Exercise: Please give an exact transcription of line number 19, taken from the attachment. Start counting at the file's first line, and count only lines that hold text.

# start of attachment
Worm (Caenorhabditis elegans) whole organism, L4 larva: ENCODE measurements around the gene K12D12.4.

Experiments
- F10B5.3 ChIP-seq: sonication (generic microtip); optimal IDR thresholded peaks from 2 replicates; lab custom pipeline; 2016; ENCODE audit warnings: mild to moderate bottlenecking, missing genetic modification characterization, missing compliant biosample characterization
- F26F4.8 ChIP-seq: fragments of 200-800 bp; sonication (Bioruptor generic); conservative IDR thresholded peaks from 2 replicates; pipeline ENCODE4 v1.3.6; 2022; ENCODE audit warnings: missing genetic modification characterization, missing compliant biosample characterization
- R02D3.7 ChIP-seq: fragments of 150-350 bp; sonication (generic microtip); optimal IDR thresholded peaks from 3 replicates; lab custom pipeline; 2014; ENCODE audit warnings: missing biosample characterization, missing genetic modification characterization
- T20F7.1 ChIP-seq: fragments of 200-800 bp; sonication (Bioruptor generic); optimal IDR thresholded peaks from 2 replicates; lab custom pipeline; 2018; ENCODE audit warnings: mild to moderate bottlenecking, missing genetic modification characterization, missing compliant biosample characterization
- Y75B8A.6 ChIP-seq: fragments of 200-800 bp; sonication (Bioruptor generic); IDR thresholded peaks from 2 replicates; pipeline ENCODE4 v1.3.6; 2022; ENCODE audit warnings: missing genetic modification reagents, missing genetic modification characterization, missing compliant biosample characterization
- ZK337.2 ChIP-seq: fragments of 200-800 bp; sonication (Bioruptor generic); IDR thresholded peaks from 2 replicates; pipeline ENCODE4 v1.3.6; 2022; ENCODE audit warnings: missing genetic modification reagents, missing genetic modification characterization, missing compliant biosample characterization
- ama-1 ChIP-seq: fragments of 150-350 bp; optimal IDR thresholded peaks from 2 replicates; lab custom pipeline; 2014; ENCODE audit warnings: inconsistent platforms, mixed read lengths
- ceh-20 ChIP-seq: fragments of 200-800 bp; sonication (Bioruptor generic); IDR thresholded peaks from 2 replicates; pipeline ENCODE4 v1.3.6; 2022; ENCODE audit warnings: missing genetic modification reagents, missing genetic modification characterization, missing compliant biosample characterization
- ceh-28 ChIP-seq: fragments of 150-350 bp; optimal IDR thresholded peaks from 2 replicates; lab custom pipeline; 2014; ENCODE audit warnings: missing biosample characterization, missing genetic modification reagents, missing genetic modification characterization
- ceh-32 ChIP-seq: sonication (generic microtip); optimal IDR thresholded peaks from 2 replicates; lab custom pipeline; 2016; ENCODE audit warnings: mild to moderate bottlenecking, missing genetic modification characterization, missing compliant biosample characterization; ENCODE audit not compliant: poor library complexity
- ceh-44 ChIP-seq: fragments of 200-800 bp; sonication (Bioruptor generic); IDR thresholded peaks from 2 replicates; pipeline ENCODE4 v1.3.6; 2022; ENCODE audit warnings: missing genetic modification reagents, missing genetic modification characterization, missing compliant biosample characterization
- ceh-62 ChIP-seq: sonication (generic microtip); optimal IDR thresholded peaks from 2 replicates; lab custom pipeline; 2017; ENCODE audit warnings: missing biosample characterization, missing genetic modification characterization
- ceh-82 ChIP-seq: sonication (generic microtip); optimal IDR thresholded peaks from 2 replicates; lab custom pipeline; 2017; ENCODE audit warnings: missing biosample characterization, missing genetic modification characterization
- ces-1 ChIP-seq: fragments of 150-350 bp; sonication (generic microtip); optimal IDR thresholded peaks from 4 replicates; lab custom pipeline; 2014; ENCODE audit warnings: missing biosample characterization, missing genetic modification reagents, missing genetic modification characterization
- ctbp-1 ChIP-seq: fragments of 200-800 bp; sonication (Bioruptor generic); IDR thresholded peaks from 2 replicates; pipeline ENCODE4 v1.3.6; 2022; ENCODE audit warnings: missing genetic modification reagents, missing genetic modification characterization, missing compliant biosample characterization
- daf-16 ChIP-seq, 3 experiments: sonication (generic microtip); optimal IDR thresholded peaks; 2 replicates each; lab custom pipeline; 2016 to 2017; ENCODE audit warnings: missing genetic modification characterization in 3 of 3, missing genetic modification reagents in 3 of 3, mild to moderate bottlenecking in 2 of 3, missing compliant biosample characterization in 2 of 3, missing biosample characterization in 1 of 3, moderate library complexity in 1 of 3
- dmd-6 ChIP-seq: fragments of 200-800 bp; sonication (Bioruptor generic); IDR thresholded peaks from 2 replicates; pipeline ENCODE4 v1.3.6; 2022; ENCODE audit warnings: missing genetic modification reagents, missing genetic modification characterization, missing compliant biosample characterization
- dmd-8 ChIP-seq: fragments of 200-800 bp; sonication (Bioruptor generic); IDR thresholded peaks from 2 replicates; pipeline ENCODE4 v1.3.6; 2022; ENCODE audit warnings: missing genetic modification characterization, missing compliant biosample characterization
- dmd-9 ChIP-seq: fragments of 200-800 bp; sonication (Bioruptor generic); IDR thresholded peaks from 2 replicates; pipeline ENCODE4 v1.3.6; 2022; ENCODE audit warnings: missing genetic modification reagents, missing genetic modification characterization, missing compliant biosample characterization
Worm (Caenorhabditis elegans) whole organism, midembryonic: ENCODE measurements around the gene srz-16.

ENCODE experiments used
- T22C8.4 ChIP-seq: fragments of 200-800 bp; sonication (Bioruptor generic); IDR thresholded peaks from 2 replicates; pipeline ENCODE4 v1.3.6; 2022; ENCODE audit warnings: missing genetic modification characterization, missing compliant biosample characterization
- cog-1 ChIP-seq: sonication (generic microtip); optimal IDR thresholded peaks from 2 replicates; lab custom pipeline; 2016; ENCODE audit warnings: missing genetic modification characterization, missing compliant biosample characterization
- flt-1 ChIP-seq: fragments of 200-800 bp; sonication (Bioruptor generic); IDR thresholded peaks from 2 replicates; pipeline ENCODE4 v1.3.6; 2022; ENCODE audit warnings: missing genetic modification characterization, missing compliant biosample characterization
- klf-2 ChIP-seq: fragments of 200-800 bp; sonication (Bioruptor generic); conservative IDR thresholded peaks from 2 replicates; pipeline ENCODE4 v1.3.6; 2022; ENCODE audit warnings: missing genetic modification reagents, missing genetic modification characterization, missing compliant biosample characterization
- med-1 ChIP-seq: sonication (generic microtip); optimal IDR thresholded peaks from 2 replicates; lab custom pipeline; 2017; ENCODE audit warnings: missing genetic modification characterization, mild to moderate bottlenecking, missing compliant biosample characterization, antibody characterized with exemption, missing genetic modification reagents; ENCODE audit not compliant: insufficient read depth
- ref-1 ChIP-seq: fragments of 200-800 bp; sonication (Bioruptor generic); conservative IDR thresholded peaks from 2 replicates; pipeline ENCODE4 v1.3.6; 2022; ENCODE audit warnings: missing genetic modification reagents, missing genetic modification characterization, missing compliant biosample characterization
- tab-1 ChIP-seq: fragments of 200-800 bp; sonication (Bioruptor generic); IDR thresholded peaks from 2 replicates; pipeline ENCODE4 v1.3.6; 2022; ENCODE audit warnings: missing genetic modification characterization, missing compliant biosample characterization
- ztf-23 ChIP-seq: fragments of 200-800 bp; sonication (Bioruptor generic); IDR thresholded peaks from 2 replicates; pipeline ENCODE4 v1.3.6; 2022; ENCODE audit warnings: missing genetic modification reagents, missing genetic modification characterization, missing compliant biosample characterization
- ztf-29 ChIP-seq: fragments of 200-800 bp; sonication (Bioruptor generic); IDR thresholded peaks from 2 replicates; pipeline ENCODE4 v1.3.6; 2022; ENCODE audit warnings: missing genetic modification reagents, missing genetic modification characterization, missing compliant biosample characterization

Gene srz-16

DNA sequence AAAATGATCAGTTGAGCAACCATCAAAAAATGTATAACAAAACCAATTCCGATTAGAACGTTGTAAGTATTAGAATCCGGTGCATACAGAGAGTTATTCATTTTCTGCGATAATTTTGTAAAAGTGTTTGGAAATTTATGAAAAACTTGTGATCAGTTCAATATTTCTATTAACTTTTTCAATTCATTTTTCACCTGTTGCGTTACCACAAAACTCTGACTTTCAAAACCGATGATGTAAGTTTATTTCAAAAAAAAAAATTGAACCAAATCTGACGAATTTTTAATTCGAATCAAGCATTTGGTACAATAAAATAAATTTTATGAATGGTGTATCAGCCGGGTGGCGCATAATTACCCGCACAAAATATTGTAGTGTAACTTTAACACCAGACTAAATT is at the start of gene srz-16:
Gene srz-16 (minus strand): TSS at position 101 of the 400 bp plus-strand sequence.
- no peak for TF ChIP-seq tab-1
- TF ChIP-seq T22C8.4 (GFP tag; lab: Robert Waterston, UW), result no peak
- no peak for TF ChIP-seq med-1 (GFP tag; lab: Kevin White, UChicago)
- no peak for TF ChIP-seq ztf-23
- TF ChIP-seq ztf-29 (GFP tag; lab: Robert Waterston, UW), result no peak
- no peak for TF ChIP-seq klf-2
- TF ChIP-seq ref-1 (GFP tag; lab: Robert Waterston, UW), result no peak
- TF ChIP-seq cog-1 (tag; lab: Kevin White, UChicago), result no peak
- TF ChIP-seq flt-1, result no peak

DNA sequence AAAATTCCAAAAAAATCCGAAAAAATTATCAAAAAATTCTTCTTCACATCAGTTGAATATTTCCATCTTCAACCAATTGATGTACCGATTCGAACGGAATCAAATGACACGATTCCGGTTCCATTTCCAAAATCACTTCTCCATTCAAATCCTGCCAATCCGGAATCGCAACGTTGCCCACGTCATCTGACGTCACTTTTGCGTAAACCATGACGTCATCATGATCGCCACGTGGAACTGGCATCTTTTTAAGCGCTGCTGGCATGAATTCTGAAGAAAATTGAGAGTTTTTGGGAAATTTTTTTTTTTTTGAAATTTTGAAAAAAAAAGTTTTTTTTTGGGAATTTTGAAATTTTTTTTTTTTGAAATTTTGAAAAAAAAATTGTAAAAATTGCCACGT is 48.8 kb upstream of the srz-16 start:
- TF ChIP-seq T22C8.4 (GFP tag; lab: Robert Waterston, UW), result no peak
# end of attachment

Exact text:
- dmd-6 ChIP-seq: fragments of 200-800 bp; sonication (Bioruptor generic); IDR thresholded peaks from 2 replicates; pipeline ENCODE4 v1.3.6; 2022; ENCODE audit warnings: missing genetic modification reagents, missing genetic modification characterization, missing compliant biosample characterization